Apart from the stunning panoramic from the viewpoint , this hike wasn’t quite as interesting as the day before. We didn’t come across as many villagers or ranches, and the forest that we saw did become quite repetitive in places.
Despite warm days, the evenings drop very cold in Cuajimoloyas, and we were very grateful for the open fireplace in our cabana to ward off the chill. We didn’t pay extra for access to WiFi, choosing to immerse ourselves in the experience. After lots of hiking, it was so cosy to sit in front of the fireplace, having nothing more to do than relax and watch the flames lick across the logs.
We had all of our meals at the closest comedor. The family were really sweet and their food, although simple, was delicious, traditional Oaxacan fayre. Our guide told us that the other comedors in the village were cheaper. For us however, the prices were really reasonable; per person, breakfast cost 50 pesos (£2), lunch cost 60 pesos (about £2.40) and dinner cost 50-60 pesos. We were always absolutely stuffed, and the prices included a hot drink. We couldn’t face more walking up and down hills and were happy to pay these ‘inflated’ prices.
Taking a breath
We really enjoyed our stay in the Sierra Norte, and would highly recommend getting off the beaten track to explore the Pueblos Mancomunados. Our stay gave us the opportunity to take a breath and just enjoy the beautiful nature around us.
While we would usually opt to hike independently, our guide was really knowledgeable and we were happy to know our money was going towards supporting the community. If you are in two minds, please be aware that the trails around Cuajimoloyas are not well signposted and in our opinion it would be quite easy to get lost.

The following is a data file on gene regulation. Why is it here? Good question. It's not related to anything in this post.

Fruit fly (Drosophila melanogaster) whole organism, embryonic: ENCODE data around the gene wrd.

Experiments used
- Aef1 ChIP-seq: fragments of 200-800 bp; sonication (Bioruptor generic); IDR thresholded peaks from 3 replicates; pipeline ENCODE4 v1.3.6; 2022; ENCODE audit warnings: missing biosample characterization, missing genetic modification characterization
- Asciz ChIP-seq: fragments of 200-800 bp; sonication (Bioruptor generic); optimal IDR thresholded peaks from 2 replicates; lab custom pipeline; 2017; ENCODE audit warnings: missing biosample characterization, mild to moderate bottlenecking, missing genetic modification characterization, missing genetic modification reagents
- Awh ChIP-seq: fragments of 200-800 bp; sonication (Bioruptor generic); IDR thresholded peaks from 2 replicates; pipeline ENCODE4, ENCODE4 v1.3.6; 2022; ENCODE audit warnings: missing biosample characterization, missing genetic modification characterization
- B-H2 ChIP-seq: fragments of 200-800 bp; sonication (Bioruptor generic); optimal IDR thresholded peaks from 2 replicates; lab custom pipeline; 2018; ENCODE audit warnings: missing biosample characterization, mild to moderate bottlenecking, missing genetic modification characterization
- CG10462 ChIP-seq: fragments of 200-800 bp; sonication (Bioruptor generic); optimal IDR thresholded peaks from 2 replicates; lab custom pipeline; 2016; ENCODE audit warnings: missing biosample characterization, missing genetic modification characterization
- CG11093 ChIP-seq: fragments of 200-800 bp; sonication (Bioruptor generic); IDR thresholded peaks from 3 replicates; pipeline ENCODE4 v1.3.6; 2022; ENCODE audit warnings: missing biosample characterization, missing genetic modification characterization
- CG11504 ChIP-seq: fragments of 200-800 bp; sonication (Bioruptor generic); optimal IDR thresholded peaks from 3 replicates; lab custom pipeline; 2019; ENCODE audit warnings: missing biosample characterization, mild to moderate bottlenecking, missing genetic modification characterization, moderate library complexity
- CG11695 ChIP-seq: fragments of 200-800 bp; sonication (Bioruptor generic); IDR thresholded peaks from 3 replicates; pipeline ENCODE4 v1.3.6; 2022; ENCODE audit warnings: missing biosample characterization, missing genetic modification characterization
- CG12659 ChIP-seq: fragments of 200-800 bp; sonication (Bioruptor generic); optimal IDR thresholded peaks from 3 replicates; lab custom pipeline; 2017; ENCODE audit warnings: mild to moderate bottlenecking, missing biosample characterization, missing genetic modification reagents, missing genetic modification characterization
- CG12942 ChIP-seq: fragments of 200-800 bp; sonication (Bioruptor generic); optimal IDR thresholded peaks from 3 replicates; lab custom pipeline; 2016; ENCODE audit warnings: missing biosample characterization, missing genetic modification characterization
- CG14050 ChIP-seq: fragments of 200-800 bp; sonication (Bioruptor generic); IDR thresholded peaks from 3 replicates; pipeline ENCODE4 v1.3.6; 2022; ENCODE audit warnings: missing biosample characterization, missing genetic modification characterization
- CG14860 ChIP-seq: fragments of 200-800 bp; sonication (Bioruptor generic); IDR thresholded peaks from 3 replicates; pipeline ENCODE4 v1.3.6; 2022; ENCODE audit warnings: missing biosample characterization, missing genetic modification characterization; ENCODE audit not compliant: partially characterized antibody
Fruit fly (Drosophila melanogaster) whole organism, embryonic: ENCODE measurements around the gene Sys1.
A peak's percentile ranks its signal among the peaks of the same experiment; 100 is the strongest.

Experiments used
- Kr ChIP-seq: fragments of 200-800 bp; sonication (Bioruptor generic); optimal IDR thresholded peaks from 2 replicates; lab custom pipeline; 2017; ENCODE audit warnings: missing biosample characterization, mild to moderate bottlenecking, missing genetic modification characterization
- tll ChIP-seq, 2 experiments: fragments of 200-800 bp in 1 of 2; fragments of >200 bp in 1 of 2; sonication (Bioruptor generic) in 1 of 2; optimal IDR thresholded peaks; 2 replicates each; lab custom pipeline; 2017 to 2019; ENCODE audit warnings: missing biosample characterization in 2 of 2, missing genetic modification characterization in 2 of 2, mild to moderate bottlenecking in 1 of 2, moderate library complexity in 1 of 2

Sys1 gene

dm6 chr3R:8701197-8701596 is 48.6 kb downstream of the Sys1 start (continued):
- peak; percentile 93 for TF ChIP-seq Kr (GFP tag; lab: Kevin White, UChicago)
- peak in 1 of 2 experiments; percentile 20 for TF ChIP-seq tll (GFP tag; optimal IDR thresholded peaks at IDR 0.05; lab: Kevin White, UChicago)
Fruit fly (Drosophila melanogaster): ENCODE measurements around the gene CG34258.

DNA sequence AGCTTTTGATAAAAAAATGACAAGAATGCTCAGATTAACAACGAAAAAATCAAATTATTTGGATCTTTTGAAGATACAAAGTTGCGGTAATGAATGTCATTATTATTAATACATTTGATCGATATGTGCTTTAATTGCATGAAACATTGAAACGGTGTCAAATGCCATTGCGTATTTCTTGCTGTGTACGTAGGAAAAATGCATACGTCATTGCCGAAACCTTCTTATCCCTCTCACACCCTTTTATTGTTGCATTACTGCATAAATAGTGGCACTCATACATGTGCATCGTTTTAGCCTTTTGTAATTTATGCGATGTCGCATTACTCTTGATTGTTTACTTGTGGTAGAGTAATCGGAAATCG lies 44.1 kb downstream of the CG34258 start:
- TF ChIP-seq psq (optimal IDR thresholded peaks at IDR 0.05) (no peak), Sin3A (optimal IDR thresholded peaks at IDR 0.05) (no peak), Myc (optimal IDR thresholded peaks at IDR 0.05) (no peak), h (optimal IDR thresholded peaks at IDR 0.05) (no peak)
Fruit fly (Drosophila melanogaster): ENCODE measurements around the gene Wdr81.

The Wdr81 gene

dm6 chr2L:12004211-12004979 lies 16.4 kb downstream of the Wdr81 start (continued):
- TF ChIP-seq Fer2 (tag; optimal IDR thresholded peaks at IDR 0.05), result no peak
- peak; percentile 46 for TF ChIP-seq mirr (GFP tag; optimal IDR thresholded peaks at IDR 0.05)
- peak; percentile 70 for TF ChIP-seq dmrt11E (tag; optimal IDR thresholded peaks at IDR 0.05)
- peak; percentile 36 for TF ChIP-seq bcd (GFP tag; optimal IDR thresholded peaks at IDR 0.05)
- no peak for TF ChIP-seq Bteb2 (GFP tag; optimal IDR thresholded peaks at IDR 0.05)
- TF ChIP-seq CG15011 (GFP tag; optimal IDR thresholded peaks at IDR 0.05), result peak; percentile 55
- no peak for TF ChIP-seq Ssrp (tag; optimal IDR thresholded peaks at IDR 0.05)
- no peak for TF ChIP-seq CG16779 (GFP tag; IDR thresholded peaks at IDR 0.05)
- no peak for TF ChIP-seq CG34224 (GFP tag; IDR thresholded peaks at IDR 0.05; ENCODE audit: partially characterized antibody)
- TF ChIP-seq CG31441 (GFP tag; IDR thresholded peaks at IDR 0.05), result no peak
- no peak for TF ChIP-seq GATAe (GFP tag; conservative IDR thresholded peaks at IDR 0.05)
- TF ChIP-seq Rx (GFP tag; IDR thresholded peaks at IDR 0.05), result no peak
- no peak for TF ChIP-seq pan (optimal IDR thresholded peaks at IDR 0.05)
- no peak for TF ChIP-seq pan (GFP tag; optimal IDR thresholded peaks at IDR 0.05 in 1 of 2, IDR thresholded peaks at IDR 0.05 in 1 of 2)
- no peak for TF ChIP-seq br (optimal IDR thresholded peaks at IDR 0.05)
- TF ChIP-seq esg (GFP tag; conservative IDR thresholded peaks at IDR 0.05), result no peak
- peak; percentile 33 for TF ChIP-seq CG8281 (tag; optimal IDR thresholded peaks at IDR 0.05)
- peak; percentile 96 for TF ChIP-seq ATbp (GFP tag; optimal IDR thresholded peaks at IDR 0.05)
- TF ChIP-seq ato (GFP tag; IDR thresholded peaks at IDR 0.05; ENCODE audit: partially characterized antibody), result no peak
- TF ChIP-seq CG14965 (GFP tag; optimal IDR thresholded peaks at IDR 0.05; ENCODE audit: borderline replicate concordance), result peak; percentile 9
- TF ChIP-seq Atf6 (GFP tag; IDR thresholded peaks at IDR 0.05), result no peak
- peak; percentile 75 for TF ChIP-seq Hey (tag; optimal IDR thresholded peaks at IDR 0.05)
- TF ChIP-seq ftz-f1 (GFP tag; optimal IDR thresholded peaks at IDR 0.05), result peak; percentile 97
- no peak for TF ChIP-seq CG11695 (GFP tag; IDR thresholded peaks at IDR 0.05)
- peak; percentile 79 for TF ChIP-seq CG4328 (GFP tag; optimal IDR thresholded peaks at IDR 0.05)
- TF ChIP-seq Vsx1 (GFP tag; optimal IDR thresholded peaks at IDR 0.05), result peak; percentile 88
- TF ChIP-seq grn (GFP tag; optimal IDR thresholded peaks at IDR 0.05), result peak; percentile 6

How to organise your visit to the Pueblos Mancomunados
There are tourist agencies in Oaxaca who will organise your trip for you. For the privilege, they will charge you a lot of money and the villages will receive less compared to if you book directly through them.
We were travelling in a quieter period for the pueblos and so it was easy for us to just arrive in town and be able to get accommodation and a guide. If you travel in the high season, especially in July when they have their mushroom festival, you will need to check in advance. You can get in touch directly with the Pueblos Mancomunados by emailing firstname.lastname@example.org.
Our time was limited so we stuck to one place, but it is easy to walk between the different villages and spend time exploring each one. You could easily spend a week or more here!
In total, including accomodation, guide fees, food and transport, we spent around £25 each a day. We thought this was fantastic value!
Oaxaca to Cuajimoloyas – Travel Directions
Step 1 – Oaxaca to Tlacolula
We got a collectivo, or shared taxi, from Oaxaca to Tlacolula, on the corner where Eduardo Vasconcelos intersects with Brazil (map). You can take any car going to Mitla and just let them know you want to get out early in Tlacolula. The journey costs 25 pesos (£1) per person and takes around 30-40 minutes.
Step 2 – Tlacolula to Cuajimoloyas
There are two transport terminals in Tlacolula, you want the white building across from the green PEMEX gas station on Juarez, not the main bus terminal (map). Walk to the back of the terminal yard and you will see a sign that says ‘Cuajimoloyas’.
From here, there doesn’t seems to be a timetable for departures, just sit on the bench and wait until the driver arrives. We waited for around one hour before the vehicle left at 12.15pm. The journey took around 50 minutes and cost 30 pesos per person. Our driver dropped us off outside the tourist information office in Cuajimoloyas from where we were easily able to organise our accommodation and hikes.
To return to Oaxaca from Cuajimoloyas, we pretty much did the above journey in reverse. It was a little confusing, several people told us there was a direct collectivo/bus to Oaxaca, but they always told us different details and we never saw any evidence of this. If you have better luck with this, please leave a comment so that we can let others know. We decided to change in Tlacolula as we knew this worked. We waited for the collectivo to Tlacolula across the street from the yellow public toilets, and next to Comedor Los Portales (map).